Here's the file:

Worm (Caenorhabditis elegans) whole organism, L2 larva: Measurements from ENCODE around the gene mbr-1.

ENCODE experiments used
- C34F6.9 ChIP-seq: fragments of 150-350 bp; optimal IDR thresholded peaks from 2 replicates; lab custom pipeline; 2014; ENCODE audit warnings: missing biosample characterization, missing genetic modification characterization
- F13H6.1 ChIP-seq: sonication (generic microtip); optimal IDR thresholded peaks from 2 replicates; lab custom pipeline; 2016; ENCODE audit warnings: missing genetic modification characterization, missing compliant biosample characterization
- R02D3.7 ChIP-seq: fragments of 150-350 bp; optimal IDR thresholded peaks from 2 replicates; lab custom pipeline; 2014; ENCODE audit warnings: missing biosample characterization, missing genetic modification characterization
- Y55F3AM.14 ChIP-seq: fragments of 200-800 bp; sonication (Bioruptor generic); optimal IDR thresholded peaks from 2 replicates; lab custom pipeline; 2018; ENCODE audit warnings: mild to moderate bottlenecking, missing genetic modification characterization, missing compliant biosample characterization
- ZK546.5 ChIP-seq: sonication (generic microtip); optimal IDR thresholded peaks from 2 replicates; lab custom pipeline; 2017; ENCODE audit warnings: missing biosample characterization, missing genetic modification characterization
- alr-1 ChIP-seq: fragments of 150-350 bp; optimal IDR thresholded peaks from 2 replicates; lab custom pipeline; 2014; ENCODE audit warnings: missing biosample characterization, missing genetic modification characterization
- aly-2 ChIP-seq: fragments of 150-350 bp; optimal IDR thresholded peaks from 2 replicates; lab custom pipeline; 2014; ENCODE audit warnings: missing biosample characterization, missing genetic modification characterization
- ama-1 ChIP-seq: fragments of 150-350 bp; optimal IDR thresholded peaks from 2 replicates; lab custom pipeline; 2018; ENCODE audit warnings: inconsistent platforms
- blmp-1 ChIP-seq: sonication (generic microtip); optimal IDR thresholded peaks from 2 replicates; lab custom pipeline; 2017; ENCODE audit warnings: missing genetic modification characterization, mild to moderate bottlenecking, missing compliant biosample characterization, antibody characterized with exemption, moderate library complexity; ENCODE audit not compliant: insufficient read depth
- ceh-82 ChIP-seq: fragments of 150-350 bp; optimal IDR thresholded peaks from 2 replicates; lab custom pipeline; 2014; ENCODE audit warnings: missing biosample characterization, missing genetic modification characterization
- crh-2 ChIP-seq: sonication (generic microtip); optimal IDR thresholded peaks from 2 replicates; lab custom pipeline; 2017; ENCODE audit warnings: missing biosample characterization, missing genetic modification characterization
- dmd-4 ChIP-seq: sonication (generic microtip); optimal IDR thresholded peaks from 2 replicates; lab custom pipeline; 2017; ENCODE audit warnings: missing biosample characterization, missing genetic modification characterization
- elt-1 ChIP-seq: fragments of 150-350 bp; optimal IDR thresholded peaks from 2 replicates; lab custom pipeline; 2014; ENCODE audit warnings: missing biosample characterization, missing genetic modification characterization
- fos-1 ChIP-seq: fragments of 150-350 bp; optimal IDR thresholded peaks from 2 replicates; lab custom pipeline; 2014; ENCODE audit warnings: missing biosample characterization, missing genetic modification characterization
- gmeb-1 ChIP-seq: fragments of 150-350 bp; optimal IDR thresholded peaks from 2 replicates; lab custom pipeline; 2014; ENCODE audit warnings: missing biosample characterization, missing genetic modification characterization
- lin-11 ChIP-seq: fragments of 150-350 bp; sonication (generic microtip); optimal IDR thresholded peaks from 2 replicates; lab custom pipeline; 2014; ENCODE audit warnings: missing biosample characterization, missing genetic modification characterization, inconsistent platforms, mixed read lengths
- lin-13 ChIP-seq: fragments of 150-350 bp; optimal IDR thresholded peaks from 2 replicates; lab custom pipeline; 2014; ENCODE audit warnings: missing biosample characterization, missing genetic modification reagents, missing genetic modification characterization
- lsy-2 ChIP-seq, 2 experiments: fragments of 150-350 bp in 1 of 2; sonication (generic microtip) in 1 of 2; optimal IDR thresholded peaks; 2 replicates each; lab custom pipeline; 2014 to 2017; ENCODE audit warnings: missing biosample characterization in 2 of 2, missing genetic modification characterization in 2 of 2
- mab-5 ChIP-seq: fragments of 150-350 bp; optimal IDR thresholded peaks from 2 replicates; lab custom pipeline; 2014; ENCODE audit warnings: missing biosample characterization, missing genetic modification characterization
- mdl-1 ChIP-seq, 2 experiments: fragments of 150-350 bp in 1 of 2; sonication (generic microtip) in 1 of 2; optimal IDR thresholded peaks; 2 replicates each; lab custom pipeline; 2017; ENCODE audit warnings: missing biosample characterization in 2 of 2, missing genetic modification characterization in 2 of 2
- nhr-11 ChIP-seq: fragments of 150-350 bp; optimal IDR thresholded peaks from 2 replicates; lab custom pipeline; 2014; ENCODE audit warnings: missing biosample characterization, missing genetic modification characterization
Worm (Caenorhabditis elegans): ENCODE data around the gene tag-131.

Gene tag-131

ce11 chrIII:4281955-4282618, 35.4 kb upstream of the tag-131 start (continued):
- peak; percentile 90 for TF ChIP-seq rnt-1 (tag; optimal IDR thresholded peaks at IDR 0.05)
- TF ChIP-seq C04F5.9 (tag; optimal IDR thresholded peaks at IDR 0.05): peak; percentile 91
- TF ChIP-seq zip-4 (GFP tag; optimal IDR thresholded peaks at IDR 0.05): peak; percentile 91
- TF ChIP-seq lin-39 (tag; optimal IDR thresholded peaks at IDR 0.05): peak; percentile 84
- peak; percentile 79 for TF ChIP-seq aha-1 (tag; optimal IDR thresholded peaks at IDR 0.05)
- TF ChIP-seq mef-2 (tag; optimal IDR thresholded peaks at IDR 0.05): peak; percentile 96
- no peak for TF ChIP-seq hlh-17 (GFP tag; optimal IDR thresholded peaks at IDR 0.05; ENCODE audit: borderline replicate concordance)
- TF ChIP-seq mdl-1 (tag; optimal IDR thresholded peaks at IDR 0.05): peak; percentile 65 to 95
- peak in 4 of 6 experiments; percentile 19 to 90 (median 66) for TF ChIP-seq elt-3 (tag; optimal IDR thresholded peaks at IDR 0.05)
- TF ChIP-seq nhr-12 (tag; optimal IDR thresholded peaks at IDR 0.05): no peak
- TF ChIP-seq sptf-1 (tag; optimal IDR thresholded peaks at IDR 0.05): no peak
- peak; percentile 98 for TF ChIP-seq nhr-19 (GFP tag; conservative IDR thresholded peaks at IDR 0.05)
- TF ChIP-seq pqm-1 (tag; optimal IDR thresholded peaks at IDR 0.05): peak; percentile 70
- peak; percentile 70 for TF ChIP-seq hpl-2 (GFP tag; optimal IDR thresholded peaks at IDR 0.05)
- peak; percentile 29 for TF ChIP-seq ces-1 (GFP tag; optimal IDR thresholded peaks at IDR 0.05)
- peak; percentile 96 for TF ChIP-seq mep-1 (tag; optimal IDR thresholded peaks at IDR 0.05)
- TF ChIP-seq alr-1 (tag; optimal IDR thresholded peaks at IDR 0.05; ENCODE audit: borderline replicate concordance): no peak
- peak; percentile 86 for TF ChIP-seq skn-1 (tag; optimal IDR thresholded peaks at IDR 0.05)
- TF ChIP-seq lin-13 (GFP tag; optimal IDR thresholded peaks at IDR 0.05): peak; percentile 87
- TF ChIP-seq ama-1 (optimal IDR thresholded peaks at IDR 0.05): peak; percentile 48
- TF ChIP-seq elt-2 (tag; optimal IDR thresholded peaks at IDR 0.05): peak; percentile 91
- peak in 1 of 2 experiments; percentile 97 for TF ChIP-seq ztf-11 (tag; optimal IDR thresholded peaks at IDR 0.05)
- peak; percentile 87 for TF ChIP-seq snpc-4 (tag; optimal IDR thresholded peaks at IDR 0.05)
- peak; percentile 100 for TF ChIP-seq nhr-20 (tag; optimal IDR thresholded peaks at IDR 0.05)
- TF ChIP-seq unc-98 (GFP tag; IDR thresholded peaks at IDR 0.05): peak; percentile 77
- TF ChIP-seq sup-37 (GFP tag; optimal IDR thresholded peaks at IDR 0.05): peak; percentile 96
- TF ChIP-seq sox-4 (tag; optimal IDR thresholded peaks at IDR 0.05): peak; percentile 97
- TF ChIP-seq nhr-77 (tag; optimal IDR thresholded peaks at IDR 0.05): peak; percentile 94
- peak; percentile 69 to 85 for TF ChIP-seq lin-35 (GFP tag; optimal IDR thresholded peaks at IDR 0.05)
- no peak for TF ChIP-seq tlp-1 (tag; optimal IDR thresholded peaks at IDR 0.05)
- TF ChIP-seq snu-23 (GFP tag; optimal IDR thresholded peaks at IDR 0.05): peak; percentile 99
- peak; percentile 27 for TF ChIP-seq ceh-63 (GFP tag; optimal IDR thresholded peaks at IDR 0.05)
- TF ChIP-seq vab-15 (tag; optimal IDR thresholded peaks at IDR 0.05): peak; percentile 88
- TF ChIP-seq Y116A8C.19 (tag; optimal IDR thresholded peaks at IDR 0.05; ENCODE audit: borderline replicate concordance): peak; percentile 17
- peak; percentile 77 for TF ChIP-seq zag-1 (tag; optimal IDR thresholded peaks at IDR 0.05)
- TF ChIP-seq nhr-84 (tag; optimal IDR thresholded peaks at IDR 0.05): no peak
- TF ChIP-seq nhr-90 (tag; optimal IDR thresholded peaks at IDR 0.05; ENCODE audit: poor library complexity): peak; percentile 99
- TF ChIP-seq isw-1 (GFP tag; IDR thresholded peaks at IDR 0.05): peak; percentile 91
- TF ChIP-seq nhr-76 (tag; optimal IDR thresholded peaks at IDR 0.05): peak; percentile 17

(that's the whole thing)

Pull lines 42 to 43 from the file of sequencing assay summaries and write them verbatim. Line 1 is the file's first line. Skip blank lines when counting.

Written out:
- peak; percentile 96 for TF ChIP-seq mep-1 (tag; optimal IDR thresholded peaks at IDR 0.05)
- TF ChIP-seq alr-1 (tag; optimal IDR thresholded peaks at IDR 0.05; ENCODE audit: borderline replicate concordance): no peak